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Embracing the Mysteriousness of God

First, let me put away another mystery, though I doubt anyone was wondering that much. I’ve been working on a couple of new book releases and the resulting schedule kept me from blogging most of the week. No mystery there!

The word “mystery” is rather popular today, but only in the sense of something to be solved through the application of proper efforts and skilled detective work. We like mysteries because we like to solve them.

That’s why I used the word “mysteriousness.” God is essentially mysterious, not in a sense of something that will be solved, but rather in the sense of something–or Someone–who will ever elude our best efforts to understand.

This is a piece of baggage that comes with the notion of a God who is infinite, omnipotent, omniscient, or anything similar. We cannot totally comprehend infinity. We cannot really embrace all knowledge. As soon as we attribute such characteristics to God, we are doomed to a certain amount of mystery, in fact a very substantial amount of mystery.

I encounter this most frequently in discussing Biblical inspiration. Why could God not have made the Bible more straightforward, or speak to us in ways that leave no doubt? Why can’t he answer all our questions? Why doesn’t he make his presence more clearly manifest?

Those are good questions, and ones I’m not about to answer! That’s not my topic here.

There’s a certain conversation that takes place between Christian believers and others that goes something like this: Question about Christianity, Answer, Question about Christianity, Answer, … Excessively difficult question about Christianity, “God is a mystery.”

Now many people have a problem with this resort to mystery. It seems like a dodge or perhaps sidestep. I have a problem with it as well, but only in its positioning. It shouldn’t be the last resort; it should be embraced at the first.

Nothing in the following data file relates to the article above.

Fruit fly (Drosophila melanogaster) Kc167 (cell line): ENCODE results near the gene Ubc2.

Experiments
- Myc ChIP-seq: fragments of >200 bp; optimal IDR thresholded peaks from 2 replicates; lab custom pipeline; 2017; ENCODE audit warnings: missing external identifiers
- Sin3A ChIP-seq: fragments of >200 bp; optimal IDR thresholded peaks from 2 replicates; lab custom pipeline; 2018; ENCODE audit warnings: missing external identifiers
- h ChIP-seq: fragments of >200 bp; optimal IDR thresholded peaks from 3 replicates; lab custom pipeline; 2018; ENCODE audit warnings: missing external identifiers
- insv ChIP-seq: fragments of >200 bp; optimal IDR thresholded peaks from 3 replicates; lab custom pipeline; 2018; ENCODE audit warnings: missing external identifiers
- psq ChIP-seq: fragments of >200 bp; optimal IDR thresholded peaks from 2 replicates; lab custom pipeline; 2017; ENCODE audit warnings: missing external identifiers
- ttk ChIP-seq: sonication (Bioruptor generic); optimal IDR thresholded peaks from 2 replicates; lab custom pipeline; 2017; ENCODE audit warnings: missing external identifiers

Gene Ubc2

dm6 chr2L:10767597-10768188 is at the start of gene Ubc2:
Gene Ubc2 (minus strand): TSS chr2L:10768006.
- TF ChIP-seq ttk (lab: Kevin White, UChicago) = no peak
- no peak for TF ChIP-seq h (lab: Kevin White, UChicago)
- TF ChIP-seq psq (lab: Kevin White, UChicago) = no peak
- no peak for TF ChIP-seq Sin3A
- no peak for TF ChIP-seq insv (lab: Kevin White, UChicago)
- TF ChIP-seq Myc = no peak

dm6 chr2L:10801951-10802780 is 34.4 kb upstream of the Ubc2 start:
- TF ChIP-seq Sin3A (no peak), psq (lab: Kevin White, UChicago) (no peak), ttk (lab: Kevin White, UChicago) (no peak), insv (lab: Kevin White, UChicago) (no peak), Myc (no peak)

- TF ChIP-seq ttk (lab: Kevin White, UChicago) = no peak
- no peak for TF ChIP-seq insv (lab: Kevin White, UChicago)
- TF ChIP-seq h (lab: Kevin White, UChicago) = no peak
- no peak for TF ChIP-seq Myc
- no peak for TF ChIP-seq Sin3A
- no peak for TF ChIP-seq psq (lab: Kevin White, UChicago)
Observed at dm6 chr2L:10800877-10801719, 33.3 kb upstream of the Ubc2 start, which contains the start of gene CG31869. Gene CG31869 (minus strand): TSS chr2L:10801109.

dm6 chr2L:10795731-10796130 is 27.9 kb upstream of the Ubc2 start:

I believe in the doctrine of infinite ignorance. God is infinite, suggesting there is an infinity to know about God. I am finite, so any amount of knowledge I hold is finite. Subtract any finite amount from infinity, and you still have infinity. Therefore I am infinitely ignorant of God.

I would like to note I am not saying that I know nothing at all of God. Invert that statement, and one must note that the fact that any finite amount subtracted from infinity leave infinity does not mean that the finite portion is non-existent or even negligible from the proper point of view.

What I am suggesting is that, as Christians, we embrace first God’s mystery. Celebrate how much beyond us he is. Give the “that’s a mystery” response first rather than as a last resort.

We’re stuck with God as mystery, because if we make him fully comprehensible he will no longer be God, at least not in the sense meant by Bible writers and by Christians through the ages.

This may not satisfy questioners, but it is, at least, honest and open from the start. No I don’t know all there is to know about God. I only know a very, very small amount. I’m willing to share with you my attempts at understanding, but I’m always aware of the size of my subject.

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  1. Martin LaBar says:

    No. If God were completely comprehensible to us, He wouldn’t really be God.

  2. Good point. It’s the absolutely definite answers that tend to diminish God while also causing the most unnecessary trouble.

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